Maine has a long-standing tradition of open access to private land. If it’s not posted, you may use it, you are responsible for your actions. Landowners are not held liable for anything you might do to yourself while you are on their land. All that new road opened up that northern forest, and did so on the culture of public use.

    All this to ask, have you considered looking at wildlife, wildlife management, and hunting as an archeologist?

    I suspect the largest problem wildlife face today might be climate change, that’s certainly what many people would suggest; but it might be loss of travel corridors. If the animals can’t get there, it doesn’t matter how tempting you make a place.Report

    • Kimsie in reply to zic says:

      The woods around me are dying, if not quite yet dead. Because of the deer.Report

      • zic in reply to Kimsie says:

        Deer need a predator.Report

        • Damon in reply to zic says:

          Tru dat…especially since folk get all annoyed when the state wants to add hunting days to reduce the population.Report

          • zic in reply to Damon says:

            I’ve no problem with keeping the hunting days as they are, either. A few days in the woods without fear of fools during the season is a nice thing. But I’ve lost a cousin, a child-hood friend, and one of my kid’s friend to misplaced deer-season bullets.Report

            • Damon in reply to zic says:

              My point here was that folks do tend to get up in arms when extended hunting seasons, or hired mercernaries are paid to kill a few hundred deer. You get all the bambi lovers and the anti gunners and the paranoid, not to mention some due concern over reckless hunters. As a result, the population of deer continue to rise and hazard folks on roads. So I’m agreeing with you. Deer do need a predator. Soon, though, they coyote will be all over the east coast..even in suburban lawns.Report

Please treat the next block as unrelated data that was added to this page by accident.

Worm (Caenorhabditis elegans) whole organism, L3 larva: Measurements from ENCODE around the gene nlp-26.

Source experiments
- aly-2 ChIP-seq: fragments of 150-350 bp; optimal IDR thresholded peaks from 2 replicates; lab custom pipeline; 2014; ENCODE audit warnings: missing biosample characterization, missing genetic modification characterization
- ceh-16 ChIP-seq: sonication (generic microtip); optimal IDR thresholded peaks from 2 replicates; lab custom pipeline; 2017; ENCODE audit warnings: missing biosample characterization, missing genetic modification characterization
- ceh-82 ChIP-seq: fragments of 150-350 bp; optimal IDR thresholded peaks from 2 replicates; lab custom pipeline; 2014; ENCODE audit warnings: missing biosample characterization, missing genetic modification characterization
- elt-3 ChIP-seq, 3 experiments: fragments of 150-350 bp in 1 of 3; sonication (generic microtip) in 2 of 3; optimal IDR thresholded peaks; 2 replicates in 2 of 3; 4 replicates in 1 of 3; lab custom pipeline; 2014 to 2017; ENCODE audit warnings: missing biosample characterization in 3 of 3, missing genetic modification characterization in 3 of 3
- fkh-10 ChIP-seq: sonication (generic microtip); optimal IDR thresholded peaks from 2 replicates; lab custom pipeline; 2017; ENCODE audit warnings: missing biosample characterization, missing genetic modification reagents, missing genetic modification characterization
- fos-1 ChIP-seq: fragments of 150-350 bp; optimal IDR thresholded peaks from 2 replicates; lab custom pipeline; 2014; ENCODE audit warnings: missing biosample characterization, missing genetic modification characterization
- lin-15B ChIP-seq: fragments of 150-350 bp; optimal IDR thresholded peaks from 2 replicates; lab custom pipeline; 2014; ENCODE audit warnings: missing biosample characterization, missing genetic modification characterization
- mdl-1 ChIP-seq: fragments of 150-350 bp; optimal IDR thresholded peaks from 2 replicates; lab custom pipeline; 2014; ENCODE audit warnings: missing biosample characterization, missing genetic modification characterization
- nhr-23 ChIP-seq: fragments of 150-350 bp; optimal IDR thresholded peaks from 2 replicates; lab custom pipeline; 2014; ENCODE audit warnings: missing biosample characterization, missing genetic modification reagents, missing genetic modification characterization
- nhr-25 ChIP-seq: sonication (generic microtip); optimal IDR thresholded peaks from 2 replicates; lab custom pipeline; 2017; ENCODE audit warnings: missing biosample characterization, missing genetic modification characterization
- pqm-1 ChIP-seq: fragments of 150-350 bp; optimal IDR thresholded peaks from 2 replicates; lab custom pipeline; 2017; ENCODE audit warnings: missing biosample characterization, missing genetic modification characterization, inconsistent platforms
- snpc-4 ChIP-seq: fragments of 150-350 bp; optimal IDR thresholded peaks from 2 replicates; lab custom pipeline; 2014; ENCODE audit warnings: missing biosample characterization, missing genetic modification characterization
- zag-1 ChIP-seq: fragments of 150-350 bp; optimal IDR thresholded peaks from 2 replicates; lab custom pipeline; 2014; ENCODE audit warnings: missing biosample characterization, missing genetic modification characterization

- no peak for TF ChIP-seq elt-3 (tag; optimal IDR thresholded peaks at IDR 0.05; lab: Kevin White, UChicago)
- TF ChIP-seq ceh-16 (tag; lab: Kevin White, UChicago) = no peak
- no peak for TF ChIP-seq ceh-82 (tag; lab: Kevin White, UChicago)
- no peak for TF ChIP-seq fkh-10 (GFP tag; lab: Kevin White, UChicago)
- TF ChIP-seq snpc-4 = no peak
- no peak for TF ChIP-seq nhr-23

• Mike Dwyer in reply to zic says:

      ”All this to ask, have you considered looking at wildlife, wildlife management, and hunting as an archeologist?”
      This is an interesting premise. I think the answer is yes, that is what we are doing more and more of these days. There has been a huge movement in the last 10 years back towards native habitats. I have friends who have killed off acres and acres of fescue and let the dormant seed bank come back on their property. Restoration of wetlands. The return of the American Chestnut. Restoration of species, etc.
      The trick of course is bringing these things back in the context of the modern world. You can see (and Kim speaks often about) the problem with deer numbers now because we have created an ideal situation for them to thrive. I see the same thing happening with geese.

      As an aside, let me just say I absolutely adore Maine. It’s the only state north of the Mason DSixon line I would ever consider moving to. My brief time there was a vacation I recall very fondly. Hoping to take the kids back to Acadia in the not-too-distant future.Report

      • zic in reply to Mike Dwyer says:

        Don’t just go to Arcadia; get inland. The Bigelow Preserve, Grafton Notch State Park, White Mountain National Forest (Evans Notch, in particular); the western mountains, with their bounty of forest, water, minerals, and wildlife, are my favorite place on this earth, and a distinct world from the wealthy enclaves along the coast.Report